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2010 Chevrolet Equinox: Test Drive Review

Topics:  Chevrolet Equinox

2010 Chevrolet Equinox: Test Drive Review

Gary Witzenburg
March 17, 2010

Gary Witzenburg

Chevrolet's first reply to the Toyota RAV4 and Honda CR-V was good, and owners had few complaints. This new Equinox is better in every way than the one it replaces and at least as good overall if not superior to its most staunch competitors.

For starters, it offers a choice of two new direct-injected, variable-valve-timing engines, a standard 2.4-liter four and an optional 3.0-liter V-6, both happily married to six-speed automatic transmissions. The latter offers 264 horses and 18 mpg city and 25 highway EPA economy. The former pumps out 182 ponies and trumps the class at 22 mpg city, 32 highway. According to Chevy, that translates to a potential highway driving range of as much as 600 miles with the four and more than 500 with the six. Four-cylinder models with available all-wheel drive are rated somewhat lower at 20 mpg city, 29 highway, but there's a selectable "Eco" mode that adjusts the transmission's shift points to optimize economy.

The new Equinox heads the way with Chevy's signature global face: a two-tier grille with a visible gold bowtie badge. Muscular fender shapes, wraparound headlamps and dual round taillamps are additional design-defining elements. Wraparound rear glass and an aggressive wheels-at-the-corners stance complete the look, while efficiency enhancing aerodynamics are achieved through wind-tunnel-tested measures that include moving the base of the windshield forward approximately three inches (vs. the 2009) for a sleeker profile.

It rides on the same 112.5-inch wheelbase as its predecessor but sits about an inch shorter and an inch wider with a wider front track to improve stability and handling. The rocker panels are integrated into the doors to narrow the step-over area, reducing the chances of brushing pant legs against dirty rockers getting in and out, and the flush-fitting exposed-edge windshield and rear glass reduce wind noise and compliment the tight-fitting quality look.

Inside, the Equinox offers more than ample storage, including an oversized glove box, a closed bin above the center stack and closed storage under the center armrest roomy enough for a laptop computer. We found both front and rear seats—available in standard cloth or premium perforated leather—as good as any in the class. One especially nice contemporary touch is ice-blue ambient lighting inside and around the "floating" center stack and around the console cupholders.

Another is the 60/40-split-back "MultiFlex" rear seat, which adjusts fore and aft nearly eight inches. Full forward, it opens a spacious 31.4 cu. ft. of storage behind it; full rearward, it provides best-in-class rear legroom. Somewhere in between lies the best balance of both for a given trip. Up front, the driver is well accommodated thanks to 10 inches of fore-aft seat travel, standard power-adjustable seat height and a standard tilt/telescoping steering wheel.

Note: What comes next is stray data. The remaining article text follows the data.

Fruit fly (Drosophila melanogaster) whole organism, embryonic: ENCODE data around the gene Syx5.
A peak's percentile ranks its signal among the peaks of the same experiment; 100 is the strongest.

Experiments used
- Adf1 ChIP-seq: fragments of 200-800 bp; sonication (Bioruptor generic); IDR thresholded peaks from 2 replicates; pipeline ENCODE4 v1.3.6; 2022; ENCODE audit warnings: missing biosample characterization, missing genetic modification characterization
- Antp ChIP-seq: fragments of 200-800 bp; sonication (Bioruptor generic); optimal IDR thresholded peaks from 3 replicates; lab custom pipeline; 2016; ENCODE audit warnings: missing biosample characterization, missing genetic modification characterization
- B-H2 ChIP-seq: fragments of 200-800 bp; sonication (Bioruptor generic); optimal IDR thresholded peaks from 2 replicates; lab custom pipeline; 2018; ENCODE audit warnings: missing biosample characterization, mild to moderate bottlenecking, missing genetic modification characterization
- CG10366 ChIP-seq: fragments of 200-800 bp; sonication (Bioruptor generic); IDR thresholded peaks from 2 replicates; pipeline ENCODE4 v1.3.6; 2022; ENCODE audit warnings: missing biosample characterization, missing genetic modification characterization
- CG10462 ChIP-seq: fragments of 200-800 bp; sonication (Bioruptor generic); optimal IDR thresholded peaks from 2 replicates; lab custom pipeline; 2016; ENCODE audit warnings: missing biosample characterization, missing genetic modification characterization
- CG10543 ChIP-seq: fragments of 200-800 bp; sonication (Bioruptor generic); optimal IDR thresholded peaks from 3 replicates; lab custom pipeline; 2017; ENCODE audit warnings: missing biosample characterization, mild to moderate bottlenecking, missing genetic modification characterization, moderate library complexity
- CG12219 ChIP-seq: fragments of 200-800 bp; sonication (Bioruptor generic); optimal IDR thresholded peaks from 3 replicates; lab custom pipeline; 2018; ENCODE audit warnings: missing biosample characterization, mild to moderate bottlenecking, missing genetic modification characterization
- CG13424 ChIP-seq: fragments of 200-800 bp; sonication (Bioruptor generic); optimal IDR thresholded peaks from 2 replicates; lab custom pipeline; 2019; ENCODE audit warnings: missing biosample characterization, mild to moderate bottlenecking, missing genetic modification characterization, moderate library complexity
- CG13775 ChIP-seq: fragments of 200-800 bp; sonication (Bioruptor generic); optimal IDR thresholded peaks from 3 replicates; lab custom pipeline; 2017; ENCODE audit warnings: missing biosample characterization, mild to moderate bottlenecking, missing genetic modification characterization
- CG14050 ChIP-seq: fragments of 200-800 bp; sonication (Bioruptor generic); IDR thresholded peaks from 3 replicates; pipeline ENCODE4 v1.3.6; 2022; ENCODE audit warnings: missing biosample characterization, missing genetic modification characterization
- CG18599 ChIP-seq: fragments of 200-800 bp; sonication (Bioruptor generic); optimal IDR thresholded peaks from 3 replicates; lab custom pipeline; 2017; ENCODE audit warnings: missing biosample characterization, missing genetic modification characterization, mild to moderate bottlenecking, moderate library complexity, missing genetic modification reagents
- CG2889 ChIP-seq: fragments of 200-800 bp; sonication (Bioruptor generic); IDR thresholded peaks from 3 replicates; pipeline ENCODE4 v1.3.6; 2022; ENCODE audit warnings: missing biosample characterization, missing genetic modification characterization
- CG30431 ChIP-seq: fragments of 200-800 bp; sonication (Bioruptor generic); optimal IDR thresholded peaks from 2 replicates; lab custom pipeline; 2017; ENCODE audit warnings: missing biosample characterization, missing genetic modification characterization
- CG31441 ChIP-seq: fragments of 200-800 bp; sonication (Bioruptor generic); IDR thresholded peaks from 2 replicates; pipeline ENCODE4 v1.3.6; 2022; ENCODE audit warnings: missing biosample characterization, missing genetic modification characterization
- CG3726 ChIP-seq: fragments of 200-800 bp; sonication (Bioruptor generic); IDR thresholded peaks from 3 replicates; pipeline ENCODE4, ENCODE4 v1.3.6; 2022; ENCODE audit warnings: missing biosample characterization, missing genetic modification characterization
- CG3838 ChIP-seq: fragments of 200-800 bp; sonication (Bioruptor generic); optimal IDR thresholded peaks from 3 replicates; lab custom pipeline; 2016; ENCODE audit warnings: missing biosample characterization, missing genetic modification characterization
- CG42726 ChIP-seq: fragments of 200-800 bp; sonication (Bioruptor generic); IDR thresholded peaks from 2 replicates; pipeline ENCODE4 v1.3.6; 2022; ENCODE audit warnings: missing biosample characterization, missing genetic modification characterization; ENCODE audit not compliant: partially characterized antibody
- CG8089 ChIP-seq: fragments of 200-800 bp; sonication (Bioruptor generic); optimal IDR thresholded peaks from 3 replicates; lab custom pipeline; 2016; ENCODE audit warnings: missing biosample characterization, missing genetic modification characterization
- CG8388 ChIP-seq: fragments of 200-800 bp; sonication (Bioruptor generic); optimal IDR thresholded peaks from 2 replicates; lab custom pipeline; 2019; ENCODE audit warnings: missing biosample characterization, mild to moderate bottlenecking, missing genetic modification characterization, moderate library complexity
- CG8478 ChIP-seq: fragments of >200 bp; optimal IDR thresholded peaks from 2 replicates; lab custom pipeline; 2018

Still another great feature is the cabin quietness. It's exceptional for any utility vehicle, let alone a popular-priced compact CUV. Noise-blocking and -absorbing elements are built into the chassis, engine compartment and interior, and four-cylinder models feature GM's first production use of Active Noise Cancellation (ANC) technology. ANC uses microphones to detect booming sounds inside the vehicle and sends counteracting sound waves through the audio speakers.

One other area where this new Equinox trumps the old one, and most volume-priced competitors, is its impressive array of standard and available technologies. Among them are USB audio connectivity, Bluetooth hands-free phone connectivity, a range of premium audio systems (most with internal memory/hard drive for music storage), available seven-inch touch-screen navigation, a rear camera system that displays in the rearview mirror if the car doesn't have navigation, a rear-seat entertainment system with two independent screens (kids can watch a DVD on one and play games on the other) and a programmable power liftgate.

But the proof, as always, is in the driving. We've driven them all in this segment, and most these days are pretty good. But this one at this time may well be the best. The fuel-thrifty four is peppy enough for all but heavy loads, and the V-6 is downright powerful with reasonable economy. The cabin is comfortable, commodious and quietest in class. The steering is better than typical electric-boosted systems, the brakes are sure, strong and fade free, and the handling is surprisingly agile—more tall sedan than cargo-capable utility.

http://www.automedia.com, provides automotive information designed to inform, enlighten and entertain the most discriminating car enthusiast. Serving consumers automotive advice they can trust, learn more about the 2010 Chevrolet Equinox, including detail specifications, safety features and warranty information, along with details on all Chevrolet models, go to -> http://www.automedia.com

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